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I've modified a couple of different applications' .config file like this:

<startup useLegacyV2RuntimeActivationPolicy="true">
   <supportedRuntime version="v4.0"/>

When I did this for devenv.exe.config (VS 2005 - don't ask :) ), things work great - most of the Visual Studio used .NET 2.0 but I was able to make use of an assembly targeting .NET 4.0 framework.

I tried to do the same thing for a custom .exe, which happens to be based on MS CAB (slightly modified) and has a hybrid mix of WPF and WinForms content. As soon as I modified this application's app config file, I started getting this exception, sometime during application startup:

The Undo operation encountered a context that is different from what was applied in the corresponding Set operation. The possible cause is that a context was Set on the thread and not reverted(undone). System.InvalidOperationException: The Undo operation encountered a context that is different from what was applied in the corresponding Set operation. The possible cause is that a context was Set on the thread and not reverted(undone).

There's a big long stack trace that doesn't show anything in my application code directly (just a bunch of MS assemblies).

If I modify the application's .config file to this:

<startup useLegacyV2RuntimeActivationPolicy="true">

i.e.I remove the supportedRuntime element, then the application doesn't throw this exception. But when I go to the point in my code where I try to load my .NET 4 assembly, if fails with this:

System.BadImageFormatException: Could not load file or assembly '' or one of its dependencies. This assembly is built by a runtime newer than the currently loaded runtime and cannot be loaded.

I guess this is expected.

I have two questions:

1) Any idea why I'm getting the System.InvalidOperationException exception when I modify this application's configuration file to include the supportedRuntime element, adding .NET 4 support and any suggestions on what I can do about it?

2) If the answer is "no idea why/don't know what you can do about it", then is possible for my .NET 3.5 SP1 code (C#) to provide more fine grain support for conditionally adding .NET 4 runtime support for a certain assembly(ies) without converting my entire application to target .NET 4, or without using the declarative config file approach? At some point I would convert the entire application to target .NET 4, but for the short term this is daunting task and I'm hope for some short term solution/hack.

Thank you very much for any advice you can give!

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1 Answer 1

I'm not sure exactly what behavior you're seeing for VS2005, but it shouldn't be the case that "most of the Visual Studio used .NET 2.0 but I was able to make use of an assembly targeting .NET 4.0 framework". That config should cause everything in the process to run on v4. If this is not the case, I'd certainly like to know about it because it's likely a bug. (BTW, I'm sure you realize that you're outside a supported scenario by rolling VS2005 forward to v4.)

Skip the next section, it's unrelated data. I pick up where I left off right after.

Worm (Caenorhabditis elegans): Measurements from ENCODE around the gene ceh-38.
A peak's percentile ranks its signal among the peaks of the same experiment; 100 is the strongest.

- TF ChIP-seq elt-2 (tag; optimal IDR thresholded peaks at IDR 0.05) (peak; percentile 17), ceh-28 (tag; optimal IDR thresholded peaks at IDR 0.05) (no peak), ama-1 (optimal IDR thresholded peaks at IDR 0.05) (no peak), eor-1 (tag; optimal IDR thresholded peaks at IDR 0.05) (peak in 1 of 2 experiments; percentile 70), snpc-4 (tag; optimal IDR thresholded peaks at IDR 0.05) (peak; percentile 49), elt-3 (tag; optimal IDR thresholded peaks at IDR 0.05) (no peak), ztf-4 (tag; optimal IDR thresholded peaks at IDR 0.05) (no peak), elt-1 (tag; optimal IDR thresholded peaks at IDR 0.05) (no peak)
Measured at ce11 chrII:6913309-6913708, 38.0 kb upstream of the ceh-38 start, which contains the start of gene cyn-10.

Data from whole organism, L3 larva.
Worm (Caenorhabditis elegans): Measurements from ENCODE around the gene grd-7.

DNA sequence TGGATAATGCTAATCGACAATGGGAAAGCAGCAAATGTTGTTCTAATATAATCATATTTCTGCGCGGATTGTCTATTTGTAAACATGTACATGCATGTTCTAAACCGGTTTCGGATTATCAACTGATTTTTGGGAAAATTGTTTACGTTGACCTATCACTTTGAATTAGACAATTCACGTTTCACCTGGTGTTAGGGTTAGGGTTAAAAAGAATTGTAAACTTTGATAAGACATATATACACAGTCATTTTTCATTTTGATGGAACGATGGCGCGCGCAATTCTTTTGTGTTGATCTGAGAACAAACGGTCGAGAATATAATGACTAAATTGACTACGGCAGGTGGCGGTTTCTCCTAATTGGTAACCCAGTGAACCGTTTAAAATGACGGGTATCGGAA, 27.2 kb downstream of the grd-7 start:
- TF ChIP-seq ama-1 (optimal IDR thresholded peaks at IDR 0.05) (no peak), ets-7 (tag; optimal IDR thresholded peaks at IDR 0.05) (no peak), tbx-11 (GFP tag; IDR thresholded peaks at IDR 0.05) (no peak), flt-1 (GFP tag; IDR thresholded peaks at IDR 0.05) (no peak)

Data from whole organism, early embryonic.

As to the invalid operation exception, my guess would be that you're hitting some kind of incompatibility between frameworks. I'm sure we'd like to get a bug on that as well. Can you share the stack trace at the exception?

As far as taking an incremental upgrade approach... There is not really a good answer. The CLR supports in-proc SxS activation automatically for COM components, so if your app is implemented in a way where you can extract modules as COM components, then you could leverage that. The problem is that most apps are not written in this way, and simply upgrading everything to v4 is less work that re-architecting the app.

Individual assembly loads occur in the runtime that triggered the load. There's no in-proc SxS activation for normal assembly loads.

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Mark - thank you for your reply. Yes, I guess I understand that everything somehow runs with the .NET 4 runtime, but I understand that useLegacyV2RuntimeActivationPolicy starts things in "the .NET 2 runtime way" (whatever exactly that means). Also, I realize that rolling VS 2005 forward to V4 is unsupported. My main problem was not with VS 2005 but with my own custom CAB application, which was built against .NET 3.5 SP1. When I tried to apply the above startup element in the app config file, that's when I ran into problems. – Notre Mar 31 '10 at 16:25
With MS help, I found a workaround, using the COM layer as an intermediate:… The purpose of this exercise is a short term patch; definitely, the whole application suite (several products), would be later (fairly soon, I hope) converted to target .NET 4 runtime. Using a workaround just gives me some breathing room, and allows me to do some work in parallel with converting the applications to target .NET 4. – Notre Mar 31 '10 at 16:29
I put the full stack trace on your blog, as the stack trace was too long to fit into a comment on this site.… – Notre Mar 31 '10 at 20:40
Notre - Thanks for the info. Sorry I didn't see your comment on my blog. Evidently my comment notifications aren't working. I'm glad Karel was able to help you on the forums. I'll look into the stack and see if there's a breaking change that needs to be documented. – Mark Miller Apr 1 '10 at 17:38
For the possible benefit of anyone else reading this, the problem in my custom app is related to a custom synchronization context we're using in place of the standard WPF synchronization context. This custom synchronization context did some strange things that .NET 4 runtime doesn't like, so I'll be revisiting that later. Once the custom synchronization context was removed, then the problem disappears. – Notre Apr 5 '10 at 22:54

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